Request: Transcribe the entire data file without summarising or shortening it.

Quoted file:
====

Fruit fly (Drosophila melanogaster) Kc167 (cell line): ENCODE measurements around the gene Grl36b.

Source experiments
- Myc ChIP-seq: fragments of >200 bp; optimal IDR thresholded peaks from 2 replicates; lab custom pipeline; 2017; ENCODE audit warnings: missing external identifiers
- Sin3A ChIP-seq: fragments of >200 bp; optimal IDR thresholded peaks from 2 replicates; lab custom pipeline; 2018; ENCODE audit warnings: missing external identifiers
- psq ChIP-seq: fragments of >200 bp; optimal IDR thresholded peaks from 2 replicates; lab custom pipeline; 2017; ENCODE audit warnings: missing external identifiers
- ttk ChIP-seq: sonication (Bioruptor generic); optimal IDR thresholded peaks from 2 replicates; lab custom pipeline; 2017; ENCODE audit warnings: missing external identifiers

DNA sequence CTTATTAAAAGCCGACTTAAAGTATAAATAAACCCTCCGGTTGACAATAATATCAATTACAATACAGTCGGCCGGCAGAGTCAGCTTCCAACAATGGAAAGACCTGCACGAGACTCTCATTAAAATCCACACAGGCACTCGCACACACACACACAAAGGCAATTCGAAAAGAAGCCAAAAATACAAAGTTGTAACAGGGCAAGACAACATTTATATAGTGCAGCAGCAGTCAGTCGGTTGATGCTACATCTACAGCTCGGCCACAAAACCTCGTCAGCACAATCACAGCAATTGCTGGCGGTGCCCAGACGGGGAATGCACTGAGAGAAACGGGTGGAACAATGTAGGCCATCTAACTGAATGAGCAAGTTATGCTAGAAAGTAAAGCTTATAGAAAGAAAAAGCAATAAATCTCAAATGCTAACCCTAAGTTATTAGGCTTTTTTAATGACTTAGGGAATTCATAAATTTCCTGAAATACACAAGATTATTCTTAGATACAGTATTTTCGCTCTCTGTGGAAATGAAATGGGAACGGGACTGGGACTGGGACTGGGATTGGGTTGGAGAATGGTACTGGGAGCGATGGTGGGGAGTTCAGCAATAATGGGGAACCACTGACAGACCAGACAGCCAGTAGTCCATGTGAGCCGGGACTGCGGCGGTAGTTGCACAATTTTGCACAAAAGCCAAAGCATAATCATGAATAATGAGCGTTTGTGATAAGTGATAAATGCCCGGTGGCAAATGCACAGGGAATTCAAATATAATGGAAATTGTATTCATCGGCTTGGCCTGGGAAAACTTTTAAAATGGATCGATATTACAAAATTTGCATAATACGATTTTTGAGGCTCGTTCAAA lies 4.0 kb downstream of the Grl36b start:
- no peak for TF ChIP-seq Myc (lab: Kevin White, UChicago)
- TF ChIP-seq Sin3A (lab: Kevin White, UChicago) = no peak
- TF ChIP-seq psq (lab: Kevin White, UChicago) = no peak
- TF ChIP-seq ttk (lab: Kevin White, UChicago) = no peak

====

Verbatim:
Fruit fly (Drosophila melanogaster) Kc167 (cell line): ENCODE measurements around the gene Grl36b.

Source experiments
- Myc ChIP-seq: fragments of >200 bp; optimal IDR thresholded peaks from 2 replicates; lab custom pipeline; 2017; ENCODE audit warnings: missing external identifiers
- Sin3A ChIP-seq: fragments of >200 bp; optimal IDR thresholded peaks from 2 replicates; lab custom pipeline; 2018; ENCODE audit warnings: missing external identifiers
- psq ChIP-seq: fragments of >200 bp; optimal IDR thresholded peaks from 2 replicates; lab custom pipeline; 2017; ENCODE audit warnings: missing external identifiers
- ttk ChIP-seq: sonication (Bioruptor generic); optimal IDR thresholded peaks from 2 replicates; lab custom pipeline; 2017; ENCODE audit warnings: missing external identifiers

DNA sequence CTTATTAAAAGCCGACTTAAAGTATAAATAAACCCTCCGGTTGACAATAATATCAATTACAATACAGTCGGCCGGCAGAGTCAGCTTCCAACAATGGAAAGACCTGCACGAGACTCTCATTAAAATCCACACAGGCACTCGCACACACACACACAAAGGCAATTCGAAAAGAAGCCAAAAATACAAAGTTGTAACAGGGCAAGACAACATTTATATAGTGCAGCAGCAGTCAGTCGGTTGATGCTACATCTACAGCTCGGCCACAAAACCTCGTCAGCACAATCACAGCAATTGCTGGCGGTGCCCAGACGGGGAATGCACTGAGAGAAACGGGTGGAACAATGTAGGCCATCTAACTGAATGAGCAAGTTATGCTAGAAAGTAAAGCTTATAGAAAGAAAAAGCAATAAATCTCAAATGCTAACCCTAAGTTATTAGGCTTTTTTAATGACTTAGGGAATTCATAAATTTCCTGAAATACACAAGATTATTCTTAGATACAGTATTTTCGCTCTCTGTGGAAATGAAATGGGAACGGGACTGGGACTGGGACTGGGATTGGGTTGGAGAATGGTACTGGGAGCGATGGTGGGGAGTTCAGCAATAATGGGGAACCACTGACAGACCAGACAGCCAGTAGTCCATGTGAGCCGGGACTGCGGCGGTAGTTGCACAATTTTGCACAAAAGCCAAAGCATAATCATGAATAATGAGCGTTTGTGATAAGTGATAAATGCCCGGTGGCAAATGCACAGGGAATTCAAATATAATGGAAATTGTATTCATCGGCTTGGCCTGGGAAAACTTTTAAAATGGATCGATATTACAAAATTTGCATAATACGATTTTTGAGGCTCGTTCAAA lies 4.0 kb downstream of the Grl36b start:
- no peak for TF ChIP-seq Myc (lab: Kevin White, UChicago)
- TF ChIP-seq Sin3A (lab: Kevin White, UChicago) = no peak
- TF ChIP-seq psq (lab: Kevin White, UChicago) = no peak
- TF ChIP-seq ttk (lab: Kevin White, UChicago) = no peak